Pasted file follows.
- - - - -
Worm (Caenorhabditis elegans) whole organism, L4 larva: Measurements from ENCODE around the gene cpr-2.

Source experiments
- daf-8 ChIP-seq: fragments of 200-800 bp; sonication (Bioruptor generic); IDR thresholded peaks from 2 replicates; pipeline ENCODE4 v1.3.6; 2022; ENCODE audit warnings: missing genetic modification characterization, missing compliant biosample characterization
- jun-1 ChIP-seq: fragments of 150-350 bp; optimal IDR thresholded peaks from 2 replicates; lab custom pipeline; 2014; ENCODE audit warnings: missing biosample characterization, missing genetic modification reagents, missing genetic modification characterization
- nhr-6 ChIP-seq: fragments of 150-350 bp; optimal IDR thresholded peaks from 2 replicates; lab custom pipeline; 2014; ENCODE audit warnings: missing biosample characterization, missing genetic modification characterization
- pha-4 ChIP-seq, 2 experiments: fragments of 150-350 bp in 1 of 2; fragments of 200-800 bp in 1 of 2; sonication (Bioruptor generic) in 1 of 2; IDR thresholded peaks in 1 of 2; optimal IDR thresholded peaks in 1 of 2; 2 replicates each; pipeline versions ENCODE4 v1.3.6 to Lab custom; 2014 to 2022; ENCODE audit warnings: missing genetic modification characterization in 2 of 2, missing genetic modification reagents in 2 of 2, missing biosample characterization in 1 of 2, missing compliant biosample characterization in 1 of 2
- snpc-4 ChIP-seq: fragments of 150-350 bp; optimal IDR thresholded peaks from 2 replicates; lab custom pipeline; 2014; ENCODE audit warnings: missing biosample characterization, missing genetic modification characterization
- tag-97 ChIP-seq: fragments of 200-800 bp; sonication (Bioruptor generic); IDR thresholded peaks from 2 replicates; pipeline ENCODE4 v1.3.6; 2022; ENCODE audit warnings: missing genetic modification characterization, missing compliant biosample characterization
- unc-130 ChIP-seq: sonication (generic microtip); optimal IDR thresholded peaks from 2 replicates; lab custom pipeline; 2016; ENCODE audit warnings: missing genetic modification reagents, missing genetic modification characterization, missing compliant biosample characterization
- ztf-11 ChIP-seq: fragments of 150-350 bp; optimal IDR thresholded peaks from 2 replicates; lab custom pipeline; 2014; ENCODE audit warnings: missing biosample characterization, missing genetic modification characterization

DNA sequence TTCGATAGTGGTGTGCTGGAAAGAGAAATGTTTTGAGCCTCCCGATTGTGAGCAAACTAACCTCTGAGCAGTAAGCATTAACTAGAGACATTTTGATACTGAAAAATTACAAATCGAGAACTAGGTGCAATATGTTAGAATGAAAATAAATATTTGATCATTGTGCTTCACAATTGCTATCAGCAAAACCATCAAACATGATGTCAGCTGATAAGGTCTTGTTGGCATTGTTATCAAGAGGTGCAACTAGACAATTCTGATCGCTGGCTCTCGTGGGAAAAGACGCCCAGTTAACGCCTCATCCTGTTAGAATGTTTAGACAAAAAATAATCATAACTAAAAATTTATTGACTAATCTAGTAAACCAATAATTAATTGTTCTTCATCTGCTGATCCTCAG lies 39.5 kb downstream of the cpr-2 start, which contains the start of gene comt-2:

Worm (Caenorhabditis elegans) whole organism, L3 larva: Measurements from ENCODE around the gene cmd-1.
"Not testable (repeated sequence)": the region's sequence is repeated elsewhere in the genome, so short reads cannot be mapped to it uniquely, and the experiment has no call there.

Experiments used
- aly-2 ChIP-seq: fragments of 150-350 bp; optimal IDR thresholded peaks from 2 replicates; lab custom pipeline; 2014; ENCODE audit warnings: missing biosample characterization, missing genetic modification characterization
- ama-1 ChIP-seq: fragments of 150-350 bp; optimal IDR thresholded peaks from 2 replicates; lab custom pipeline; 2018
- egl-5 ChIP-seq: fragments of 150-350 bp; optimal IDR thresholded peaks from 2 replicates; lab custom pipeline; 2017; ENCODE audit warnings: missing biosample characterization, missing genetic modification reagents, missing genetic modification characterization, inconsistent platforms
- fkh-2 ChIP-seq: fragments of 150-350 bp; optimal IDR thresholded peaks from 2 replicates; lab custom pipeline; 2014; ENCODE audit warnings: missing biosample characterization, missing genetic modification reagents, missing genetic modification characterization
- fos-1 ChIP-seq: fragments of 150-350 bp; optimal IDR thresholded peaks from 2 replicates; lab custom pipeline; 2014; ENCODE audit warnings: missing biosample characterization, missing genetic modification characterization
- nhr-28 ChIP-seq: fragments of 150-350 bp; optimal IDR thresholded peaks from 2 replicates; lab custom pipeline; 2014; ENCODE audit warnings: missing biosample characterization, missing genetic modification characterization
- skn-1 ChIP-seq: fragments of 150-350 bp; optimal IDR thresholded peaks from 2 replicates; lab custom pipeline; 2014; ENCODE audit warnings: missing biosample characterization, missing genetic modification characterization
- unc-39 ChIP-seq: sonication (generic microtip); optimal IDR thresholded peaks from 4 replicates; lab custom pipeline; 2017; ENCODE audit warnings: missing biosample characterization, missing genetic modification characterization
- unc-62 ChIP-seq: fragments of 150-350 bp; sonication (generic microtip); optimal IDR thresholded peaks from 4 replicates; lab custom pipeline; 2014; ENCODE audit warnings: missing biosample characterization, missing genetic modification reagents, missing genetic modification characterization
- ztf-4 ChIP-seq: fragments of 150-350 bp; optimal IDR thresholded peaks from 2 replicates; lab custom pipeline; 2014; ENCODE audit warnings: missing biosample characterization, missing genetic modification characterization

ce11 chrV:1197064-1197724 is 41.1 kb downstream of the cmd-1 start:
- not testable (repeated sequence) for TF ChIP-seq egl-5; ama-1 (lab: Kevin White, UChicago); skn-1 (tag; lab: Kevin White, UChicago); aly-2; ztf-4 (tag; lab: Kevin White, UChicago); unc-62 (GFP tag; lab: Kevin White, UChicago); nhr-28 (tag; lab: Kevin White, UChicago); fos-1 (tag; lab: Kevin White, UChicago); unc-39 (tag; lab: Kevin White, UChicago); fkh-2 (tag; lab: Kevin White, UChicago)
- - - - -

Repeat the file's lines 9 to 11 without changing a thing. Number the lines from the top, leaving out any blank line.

- unc-130 ChIP-seq: sonication (generic microtip); optimal IDR thresholded peaks from 2 replicates; lab custom pipeline; 2016; ENCODE audit warnings: missing genetic modification reagents, missing genetic modification characterization, missing compliant biosample characterization
- ztf-11 ChIP-seq: fragments of 150-350 bp; optimal IDR thresholded peaks from 2 replicates; lab custom pipeline; 2014; ENCODE audit warnings: missing biosample characterization, missing genetic modification characterization

DNA sequence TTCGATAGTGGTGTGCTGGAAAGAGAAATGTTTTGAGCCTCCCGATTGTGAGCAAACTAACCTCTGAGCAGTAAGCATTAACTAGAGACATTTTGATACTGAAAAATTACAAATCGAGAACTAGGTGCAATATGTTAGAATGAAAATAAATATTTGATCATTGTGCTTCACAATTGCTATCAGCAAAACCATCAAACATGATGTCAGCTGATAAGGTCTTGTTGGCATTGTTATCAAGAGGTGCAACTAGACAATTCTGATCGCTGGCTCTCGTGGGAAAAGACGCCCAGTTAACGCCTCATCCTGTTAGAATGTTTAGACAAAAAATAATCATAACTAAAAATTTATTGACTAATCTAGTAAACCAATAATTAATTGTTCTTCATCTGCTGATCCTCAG lies 39.5 kb downstream of the cpr-2 start, which contains the start of gene comt-2: